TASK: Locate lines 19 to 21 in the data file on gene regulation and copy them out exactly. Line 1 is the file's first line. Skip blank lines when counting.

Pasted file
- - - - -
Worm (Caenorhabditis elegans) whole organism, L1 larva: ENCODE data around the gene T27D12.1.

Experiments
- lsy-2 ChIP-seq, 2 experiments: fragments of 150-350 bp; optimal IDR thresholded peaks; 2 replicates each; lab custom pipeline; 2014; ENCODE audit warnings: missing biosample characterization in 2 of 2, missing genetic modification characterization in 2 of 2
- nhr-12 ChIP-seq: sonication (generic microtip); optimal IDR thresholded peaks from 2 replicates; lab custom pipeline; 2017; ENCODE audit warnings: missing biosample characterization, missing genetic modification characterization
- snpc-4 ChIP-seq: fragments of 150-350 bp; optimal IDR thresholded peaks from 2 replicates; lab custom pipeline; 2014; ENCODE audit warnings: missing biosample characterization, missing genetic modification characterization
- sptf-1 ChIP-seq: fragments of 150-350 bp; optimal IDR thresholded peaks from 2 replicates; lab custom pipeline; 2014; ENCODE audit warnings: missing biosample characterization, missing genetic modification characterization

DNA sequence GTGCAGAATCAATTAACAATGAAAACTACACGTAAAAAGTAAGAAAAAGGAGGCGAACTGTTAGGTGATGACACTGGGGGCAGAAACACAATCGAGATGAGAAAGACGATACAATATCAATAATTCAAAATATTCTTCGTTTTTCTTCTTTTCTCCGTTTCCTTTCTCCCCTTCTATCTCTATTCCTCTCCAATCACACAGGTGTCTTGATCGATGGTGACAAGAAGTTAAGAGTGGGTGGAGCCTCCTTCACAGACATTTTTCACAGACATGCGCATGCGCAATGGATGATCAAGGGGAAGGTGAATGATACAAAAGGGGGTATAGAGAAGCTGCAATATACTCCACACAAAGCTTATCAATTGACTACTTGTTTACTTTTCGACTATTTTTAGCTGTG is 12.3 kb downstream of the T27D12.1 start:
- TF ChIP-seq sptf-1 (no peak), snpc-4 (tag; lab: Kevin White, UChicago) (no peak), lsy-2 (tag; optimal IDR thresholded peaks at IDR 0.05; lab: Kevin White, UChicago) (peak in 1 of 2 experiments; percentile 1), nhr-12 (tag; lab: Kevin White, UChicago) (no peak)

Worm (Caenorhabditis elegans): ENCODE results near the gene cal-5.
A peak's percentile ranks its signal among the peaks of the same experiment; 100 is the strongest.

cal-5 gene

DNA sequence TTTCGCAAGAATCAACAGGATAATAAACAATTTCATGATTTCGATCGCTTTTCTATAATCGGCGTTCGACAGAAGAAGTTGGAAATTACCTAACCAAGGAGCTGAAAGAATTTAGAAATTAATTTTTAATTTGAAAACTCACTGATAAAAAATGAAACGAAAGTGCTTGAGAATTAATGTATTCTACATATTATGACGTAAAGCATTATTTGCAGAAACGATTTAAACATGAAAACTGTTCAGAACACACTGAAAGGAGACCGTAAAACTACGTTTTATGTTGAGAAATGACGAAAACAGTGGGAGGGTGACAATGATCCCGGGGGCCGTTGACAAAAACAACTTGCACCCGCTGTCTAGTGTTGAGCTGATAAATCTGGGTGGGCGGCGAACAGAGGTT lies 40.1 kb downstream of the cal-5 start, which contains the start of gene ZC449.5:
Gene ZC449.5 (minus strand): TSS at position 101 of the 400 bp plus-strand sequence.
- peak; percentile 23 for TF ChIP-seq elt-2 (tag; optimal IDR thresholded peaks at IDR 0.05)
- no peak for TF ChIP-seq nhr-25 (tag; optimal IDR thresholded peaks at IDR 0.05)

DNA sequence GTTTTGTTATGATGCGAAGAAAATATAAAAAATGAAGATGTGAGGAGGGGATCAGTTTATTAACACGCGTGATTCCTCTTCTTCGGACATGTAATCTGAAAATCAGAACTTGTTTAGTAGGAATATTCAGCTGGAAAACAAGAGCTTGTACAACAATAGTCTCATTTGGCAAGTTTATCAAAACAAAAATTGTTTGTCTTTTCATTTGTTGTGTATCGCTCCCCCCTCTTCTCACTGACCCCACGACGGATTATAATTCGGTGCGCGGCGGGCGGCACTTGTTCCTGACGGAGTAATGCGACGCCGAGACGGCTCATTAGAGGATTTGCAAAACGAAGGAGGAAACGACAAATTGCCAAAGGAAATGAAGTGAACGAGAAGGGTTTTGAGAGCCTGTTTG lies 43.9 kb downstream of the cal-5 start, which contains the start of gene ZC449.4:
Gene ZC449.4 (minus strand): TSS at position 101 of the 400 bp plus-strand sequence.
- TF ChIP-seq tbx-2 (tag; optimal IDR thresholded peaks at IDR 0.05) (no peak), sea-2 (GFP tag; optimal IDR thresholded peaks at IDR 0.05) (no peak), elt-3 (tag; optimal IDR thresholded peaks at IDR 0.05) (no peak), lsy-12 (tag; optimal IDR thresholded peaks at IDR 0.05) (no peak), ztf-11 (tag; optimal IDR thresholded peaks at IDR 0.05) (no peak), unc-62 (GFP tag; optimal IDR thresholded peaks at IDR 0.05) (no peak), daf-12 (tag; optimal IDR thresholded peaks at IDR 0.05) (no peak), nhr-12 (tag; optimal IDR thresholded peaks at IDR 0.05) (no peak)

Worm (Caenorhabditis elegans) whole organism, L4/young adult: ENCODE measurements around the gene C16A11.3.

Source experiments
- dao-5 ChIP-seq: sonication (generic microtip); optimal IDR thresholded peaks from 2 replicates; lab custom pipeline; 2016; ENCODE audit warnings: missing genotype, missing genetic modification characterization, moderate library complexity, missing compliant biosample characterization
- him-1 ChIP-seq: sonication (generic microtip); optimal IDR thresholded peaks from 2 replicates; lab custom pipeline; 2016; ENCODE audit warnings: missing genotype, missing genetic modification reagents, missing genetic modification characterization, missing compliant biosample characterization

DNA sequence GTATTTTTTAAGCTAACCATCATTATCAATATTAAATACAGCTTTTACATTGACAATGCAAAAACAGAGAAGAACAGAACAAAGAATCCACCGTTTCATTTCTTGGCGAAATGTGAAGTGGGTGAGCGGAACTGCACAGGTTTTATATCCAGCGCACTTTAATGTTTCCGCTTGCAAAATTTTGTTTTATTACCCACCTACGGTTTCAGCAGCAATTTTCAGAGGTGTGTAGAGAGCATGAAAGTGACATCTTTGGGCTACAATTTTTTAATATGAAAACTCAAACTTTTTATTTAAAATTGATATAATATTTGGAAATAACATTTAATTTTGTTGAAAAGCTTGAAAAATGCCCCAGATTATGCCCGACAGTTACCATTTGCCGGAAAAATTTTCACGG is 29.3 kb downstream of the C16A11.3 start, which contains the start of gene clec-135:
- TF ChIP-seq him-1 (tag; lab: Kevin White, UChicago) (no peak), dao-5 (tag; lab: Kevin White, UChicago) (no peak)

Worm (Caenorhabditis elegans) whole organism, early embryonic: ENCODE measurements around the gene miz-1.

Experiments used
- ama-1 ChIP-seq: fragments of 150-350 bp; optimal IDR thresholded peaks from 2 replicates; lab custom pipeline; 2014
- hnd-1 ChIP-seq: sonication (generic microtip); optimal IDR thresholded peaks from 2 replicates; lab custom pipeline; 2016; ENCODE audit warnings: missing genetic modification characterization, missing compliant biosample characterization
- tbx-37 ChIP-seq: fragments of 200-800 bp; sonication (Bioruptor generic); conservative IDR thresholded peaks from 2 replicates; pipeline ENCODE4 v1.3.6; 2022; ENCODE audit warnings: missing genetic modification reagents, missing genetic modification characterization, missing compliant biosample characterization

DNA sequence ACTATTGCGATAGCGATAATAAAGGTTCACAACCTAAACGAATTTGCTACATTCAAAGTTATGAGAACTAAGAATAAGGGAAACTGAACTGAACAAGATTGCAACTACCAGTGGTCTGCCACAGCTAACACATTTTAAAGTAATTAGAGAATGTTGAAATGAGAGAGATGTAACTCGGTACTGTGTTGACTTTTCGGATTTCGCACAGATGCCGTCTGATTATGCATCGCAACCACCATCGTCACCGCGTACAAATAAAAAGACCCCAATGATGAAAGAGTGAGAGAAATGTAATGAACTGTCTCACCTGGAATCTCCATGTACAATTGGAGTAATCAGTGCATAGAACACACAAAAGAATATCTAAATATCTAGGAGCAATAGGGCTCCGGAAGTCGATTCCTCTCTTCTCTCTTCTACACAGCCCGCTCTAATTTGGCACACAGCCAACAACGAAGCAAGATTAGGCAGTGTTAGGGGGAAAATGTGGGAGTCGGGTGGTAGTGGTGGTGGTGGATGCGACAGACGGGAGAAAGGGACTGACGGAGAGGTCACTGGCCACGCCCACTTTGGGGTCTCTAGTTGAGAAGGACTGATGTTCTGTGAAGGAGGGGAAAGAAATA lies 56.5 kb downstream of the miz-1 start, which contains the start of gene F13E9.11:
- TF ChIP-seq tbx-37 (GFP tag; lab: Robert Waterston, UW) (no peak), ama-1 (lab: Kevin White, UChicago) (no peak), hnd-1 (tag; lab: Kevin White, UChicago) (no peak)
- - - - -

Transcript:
Worm (Caenorhabditis elegans) whole organism, L4/young adult: ENCODE measurements around the gene C16A11.3.

Source experiments
- dao-5 ChIP-seq: sonication (generic microtip); optimal IDR thresholded peaks from 2 replicates; lab custom pipeline; 2016; ENCODE audit warnings: missing genotype, missing genetic modification characterization, moderate library complexity, missing compliant biosample characterization